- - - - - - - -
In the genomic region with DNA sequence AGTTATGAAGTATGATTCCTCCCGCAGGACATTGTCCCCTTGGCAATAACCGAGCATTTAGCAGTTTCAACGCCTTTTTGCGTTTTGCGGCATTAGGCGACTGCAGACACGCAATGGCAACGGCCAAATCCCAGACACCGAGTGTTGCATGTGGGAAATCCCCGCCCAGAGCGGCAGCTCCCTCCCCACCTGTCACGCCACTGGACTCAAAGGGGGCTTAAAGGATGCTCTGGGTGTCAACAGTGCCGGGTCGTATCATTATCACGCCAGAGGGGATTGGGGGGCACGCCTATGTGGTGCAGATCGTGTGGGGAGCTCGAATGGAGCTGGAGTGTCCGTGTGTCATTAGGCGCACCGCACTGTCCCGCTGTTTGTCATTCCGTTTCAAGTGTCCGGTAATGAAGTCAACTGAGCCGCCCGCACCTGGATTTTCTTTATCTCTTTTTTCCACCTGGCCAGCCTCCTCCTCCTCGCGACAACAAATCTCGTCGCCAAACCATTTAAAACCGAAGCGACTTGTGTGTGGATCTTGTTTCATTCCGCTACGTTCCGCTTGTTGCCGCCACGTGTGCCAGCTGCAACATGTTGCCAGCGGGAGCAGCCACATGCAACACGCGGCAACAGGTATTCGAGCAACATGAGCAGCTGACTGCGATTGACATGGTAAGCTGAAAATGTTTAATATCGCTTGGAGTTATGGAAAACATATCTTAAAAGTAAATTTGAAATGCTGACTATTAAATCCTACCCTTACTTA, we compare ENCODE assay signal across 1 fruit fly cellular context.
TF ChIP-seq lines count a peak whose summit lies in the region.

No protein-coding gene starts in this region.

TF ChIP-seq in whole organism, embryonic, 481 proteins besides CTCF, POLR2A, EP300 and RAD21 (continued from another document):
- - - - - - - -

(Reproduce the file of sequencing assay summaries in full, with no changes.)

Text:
In the genomic region with DNA sequence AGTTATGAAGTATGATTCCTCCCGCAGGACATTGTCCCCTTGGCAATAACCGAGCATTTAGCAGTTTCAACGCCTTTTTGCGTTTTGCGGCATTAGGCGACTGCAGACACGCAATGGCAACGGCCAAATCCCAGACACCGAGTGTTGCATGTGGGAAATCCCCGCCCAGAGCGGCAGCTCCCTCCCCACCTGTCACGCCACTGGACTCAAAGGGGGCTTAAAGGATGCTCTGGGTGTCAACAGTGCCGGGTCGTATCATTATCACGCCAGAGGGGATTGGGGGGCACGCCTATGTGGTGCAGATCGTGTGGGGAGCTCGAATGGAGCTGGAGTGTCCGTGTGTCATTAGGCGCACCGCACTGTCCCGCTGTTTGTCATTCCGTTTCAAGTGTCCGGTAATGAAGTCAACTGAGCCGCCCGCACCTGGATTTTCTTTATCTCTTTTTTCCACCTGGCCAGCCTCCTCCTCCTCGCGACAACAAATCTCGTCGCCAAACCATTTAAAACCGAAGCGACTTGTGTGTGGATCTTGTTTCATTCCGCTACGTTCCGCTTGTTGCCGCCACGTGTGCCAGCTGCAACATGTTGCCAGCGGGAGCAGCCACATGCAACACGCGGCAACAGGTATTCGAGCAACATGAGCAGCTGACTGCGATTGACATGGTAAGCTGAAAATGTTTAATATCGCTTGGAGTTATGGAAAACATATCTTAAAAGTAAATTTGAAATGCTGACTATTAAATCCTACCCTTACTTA, we compare ENCODE assay signal across 1 fruit fly cellular context.
TF ChIP-seq lines count a peak whose summit lies in the region.

No protein-coding gene starts in this region.

TF ChIP-seq in whole organism, embryonic, 481 proteins besides CTCF, POLR2A, EP300 and RAD21 (continued from another document):